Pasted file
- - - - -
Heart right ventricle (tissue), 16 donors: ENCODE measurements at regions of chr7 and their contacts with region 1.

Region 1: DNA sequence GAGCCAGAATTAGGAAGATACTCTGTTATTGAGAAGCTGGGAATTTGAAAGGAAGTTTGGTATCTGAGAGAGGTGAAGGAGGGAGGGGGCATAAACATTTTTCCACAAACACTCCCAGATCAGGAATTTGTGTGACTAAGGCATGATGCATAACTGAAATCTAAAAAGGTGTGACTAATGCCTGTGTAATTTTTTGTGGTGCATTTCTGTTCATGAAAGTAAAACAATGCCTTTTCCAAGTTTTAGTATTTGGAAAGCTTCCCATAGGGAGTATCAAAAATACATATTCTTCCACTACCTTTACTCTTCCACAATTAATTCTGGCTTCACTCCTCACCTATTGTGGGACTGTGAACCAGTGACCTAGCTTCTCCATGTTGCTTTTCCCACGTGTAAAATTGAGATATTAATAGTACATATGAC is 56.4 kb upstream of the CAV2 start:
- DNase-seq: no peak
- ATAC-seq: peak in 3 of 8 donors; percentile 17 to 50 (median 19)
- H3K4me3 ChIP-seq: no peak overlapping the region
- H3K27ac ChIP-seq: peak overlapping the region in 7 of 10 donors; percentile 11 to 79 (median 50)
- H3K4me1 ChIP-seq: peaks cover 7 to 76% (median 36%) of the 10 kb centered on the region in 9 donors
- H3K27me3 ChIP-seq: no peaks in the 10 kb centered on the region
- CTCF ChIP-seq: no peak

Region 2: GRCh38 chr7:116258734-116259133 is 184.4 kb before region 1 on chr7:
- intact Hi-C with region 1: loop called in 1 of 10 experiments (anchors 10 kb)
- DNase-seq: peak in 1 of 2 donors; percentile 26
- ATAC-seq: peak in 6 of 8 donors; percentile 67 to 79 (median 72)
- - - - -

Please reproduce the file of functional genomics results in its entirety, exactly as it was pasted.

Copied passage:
Heart right ventricle (tissue), 16 donors: ENCODE measurements at regions of chr7 and their contacts with region 1.

Region 1: DNA sequence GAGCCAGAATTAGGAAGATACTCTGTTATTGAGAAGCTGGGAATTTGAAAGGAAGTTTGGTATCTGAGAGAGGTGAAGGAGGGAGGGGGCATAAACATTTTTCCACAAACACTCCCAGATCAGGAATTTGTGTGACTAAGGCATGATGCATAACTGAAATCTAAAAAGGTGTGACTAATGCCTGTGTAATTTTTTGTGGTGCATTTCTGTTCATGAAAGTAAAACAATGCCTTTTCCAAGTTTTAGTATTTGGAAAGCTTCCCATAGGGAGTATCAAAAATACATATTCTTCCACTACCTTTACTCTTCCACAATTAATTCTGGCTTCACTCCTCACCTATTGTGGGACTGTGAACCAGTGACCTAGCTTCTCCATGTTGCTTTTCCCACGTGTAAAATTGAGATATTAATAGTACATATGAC is 56.4 kb upstream of the CAV2 start:
- DNase-seq: no peak
- ATAC-seq: peak in 3 of 8 donors; percentile 17 to 50 (median 19)
- H3K4me3 ChIP-seq: no peak overlapping the region
- H3K27ac ChIP-seq: peak overlapping the region in 7 of 10 donors; percentile 11 to 79 (median 50)
- H3K4me1 ChIP-seq: peaks cover 7 to 76% (median 36%) of the 10 kb centered on the region in 9 donors
- H3K27me3 ChIP-seq: no peaks in the 10 kb centered on the region
- CTCF ChIP-seq: no peak

Region 2: GRCh38 chr7:116258734-116259133 is 184.4 kb before region 1 on chr7:
- intact Hi-C with region 1: loop called in 1 of 10 experiments (anchors 10 kb)
- DNase-seq: peak in 1 of 2 donors; percentile 26
- ATAC-seq: peak in 6 of 8 donors; percentile 67 to 79 (median 72)